Brokers. You’ve seen them everywhere, in films and books and sometimes in real life. The stereotypical image of a smooth talking, up to date and ruthlessly resourceful broker is one of the most common tropes in fiction.
But how do these brokers make their money? Is it really all about shady business deals and moral corruption, as films like the Wolf of Wall Street would have us believe? If you’re someone who is interested in being a broker, then you’re going to want to know how the whole thing works, so let’s pick it apart.
So What Does a Broker Do?
So let’s talk about what the broker does. A basic explanation never did anybody any harm after all, and I can help when it comes to figuring out the intricacies of different types of brokers.
At a very fundamental level, the broker is a middleman. They act as the contact point between the seller of the product and the buyer. In return for introducing the two in helping to orchestrate a deal which benefits both parties, the broker walks away with a little bit of money themselves. The different levels of broking can vary of course, but the fundamental duties are clear.
Are There Different Types of Broker?
So like a lot of professions, there are multiple types of broker for people to choose between. You can find a broker for pretty much any instance you can think of, whether it is real-estate or stocks. So whether you’re looking for a sale and purchase shipbroker, or a stock broker, there is typically an expert who can work with you and give you exactly what you need.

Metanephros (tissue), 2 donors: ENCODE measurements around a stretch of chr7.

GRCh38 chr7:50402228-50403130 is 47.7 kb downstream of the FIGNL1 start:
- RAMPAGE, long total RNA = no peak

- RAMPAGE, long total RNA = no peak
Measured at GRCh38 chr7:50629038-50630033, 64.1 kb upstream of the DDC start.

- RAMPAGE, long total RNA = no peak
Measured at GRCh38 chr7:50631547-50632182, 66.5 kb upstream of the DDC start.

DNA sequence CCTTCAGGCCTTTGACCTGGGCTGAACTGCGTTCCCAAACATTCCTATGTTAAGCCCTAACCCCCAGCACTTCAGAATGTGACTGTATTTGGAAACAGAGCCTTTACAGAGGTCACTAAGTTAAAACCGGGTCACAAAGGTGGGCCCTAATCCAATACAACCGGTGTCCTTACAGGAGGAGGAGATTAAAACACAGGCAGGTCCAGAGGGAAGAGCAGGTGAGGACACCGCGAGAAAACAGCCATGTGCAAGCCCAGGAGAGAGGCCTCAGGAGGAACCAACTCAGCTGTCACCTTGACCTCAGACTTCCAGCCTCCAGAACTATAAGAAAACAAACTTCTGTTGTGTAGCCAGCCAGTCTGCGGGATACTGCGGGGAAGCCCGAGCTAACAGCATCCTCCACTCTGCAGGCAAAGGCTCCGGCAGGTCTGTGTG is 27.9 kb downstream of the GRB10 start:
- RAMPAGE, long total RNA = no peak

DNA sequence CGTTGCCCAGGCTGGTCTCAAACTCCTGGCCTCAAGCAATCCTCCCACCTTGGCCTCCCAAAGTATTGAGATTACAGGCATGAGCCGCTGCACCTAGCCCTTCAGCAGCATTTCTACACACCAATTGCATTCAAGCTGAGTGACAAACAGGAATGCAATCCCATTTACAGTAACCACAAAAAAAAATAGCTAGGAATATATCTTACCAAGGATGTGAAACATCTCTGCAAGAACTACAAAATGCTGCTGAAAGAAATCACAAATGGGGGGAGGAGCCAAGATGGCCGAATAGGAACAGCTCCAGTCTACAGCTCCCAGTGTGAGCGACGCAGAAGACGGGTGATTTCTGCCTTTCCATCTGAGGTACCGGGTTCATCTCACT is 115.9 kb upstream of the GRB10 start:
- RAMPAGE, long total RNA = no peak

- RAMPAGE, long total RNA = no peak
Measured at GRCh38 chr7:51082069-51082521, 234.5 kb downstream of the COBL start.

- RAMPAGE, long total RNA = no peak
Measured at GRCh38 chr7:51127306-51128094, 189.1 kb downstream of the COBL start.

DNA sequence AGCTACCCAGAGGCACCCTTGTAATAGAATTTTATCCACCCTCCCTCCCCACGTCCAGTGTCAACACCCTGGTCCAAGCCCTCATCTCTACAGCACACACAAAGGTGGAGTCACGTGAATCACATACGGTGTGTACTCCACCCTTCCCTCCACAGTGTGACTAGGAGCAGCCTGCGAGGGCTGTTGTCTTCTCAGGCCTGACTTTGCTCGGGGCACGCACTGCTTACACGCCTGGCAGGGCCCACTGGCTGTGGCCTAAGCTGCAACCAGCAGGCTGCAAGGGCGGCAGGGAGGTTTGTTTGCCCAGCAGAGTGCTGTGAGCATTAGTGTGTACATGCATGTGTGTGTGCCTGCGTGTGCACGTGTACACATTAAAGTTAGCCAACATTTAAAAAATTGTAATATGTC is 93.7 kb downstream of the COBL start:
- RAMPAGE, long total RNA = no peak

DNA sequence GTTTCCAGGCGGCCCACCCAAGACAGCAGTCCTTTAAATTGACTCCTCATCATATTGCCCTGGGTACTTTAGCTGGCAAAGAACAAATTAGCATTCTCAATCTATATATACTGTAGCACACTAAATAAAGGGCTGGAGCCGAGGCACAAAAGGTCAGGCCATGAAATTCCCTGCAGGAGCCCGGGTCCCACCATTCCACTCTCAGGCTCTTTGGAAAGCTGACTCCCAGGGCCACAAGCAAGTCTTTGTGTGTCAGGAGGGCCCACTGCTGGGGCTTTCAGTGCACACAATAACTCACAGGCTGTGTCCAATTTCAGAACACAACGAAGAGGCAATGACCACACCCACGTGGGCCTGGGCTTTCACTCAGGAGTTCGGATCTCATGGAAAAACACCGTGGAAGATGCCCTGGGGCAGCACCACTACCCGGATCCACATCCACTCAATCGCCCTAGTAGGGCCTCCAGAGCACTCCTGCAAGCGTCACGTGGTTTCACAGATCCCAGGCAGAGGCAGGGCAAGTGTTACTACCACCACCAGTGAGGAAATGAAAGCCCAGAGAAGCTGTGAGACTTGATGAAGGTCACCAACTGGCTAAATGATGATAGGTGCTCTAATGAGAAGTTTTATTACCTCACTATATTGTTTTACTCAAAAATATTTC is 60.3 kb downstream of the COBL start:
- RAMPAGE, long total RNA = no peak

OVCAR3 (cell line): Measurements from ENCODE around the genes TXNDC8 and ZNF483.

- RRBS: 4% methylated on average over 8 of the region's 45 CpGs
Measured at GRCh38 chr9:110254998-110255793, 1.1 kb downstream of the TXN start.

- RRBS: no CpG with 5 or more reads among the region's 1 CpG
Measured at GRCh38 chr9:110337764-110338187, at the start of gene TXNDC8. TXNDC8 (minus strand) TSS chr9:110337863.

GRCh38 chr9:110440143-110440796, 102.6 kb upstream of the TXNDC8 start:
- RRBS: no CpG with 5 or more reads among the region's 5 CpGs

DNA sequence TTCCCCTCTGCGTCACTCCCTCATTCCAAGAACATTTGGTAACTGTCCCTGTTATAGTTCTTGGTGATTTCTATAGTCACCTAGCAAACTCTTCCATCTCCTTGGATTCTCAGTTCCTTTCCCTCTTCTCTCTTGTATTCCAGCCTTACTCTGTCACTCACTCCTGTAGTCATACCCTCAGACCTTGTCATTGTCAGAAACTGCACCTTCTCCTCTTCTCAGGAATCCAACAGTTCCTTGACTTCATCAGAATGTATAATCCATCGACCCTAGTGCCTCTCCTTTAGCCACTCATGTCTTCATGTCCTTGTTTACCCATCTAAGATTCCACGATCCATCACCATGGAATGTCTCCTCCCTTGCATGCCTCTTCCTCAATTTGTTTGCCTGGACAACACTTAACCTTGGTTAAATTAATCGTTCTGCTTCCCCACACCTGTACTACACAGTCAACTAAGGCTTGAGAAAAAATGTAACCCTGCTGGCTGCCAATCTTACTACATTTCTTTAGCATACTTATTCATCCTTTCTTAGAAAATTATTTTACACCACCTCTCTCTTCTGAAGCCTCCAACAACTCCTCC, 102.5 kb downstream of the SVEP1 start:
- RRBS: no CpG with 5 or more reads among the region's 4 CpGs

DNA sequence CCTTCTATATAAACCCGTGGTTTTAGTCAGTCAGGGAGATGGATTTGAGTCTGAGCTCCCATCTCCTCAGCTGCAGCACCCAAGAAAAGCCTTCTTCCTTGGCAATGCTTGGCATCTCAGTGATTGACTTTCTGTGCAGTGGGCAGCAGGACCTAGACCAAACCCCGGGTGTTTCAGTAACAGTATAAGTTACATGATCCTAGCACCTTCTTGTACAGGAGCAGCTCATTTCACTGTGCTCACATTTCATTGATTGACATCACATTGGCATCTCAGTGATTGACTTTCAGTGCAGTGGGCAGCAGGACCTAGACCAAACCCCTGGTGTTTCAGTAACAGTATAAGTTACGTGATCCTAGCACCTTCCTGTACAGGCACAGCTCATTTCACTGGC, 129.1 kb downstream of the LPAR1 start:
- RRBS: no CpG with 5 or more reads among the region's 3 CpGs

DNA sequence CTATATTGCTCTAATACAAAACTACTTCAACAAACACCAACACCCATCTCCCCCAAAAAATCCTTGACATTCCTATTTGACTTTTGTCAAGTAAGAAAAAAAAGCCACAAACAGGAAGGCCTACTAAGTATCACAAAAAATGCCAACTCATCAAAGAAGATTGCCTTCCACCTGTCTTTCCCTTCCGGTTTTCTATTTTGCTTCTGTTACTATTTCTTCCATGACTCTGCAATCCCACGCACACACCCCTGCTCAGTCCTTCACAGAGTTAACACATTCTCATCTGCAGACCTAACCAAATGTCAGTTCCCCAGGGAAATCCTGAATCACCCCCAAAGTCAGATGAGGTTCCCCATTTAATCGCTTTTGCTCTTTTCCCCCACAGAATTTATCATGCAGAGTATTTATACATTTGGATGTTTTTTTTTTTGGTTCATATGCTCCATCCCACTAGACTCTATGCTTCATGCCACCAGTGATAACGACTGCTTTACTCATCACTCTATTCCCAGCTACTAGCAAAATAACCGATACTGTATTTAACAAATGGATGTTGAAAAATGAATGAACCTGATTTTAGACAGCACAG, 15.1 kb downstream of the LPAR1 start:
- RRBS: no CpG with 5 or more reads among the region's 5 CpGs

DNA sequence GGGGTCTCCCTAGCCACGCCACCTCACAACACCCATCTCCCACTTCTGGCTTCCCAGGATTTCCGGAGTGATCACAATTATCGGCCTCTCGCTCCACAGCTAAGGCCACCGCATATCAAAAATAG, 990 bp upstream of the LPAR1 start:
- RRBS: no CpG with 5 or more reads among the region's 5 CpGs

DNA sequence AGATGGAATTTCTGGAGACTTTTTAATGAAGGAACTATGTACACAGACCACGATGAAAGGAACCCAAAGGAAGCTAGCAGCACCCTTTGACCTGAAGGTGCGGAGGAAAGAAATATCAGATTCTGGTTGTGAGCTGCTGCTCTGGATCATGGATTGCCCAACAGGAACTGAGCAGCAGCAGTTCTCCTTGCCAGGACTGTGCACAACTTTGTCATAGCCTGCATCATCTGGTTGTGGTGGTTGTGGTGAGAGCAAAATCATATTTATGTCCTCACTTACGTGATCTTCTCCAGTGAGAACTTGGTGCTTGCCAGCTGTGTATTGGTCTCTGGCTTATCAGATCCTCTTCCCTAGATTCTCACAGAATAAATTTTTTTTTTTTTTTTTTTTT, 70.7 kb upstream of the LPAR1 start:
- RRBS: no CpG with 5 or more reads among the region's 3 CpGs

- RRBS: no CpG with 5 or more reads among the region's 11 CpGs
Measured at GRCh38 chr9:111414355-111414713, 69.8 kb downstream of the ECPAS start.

Can a Broker Make Money Another Way?
So it’s pretty evident that a broker can make money another way if they need to, but the actual specifics aren’t always clear. You see, a broker can typically operate in a handful of different ways. For example, some work on commission whereas others take a proportion of the proceeds depending on the situation. It’s all down to how reputable the broker is and the level they are trading at. Many brokers offer their services on retainer, which means they get paid a certain amount every month in exchange for being on hand to help whenever it is needed.
How you operate as a broker is up to you, but the level of training that you have will determine how well you do. Some brokers have degrees and can evidence their proficiency and thus justify their higher rates, but there are many who operate as freelancers and thus have more flexible rates.
So you can probably tell that there are a lot of reasons why someone should consider becoming a broker. It is a highly profitable venture which can see you trade at some of the highest levels of retail, and at the same time could see you earn a tidy packet in the stock world. However, it is important to realise that sometimes your earning potential is capped by the amount of experience you have as broker. Those who are less qualified may find that they struggle to accumulate more expensive deals, and freelancers may struggle most of all. What is important is that we establish that stockbrokers and brokers in general do not conduct business via dodgy side deals, and that the actual stock is a very meticulous and precise process that keeps to the law where possible.The broker can find that their career fluctuates according to the stock industry, and this is also important to be aware of.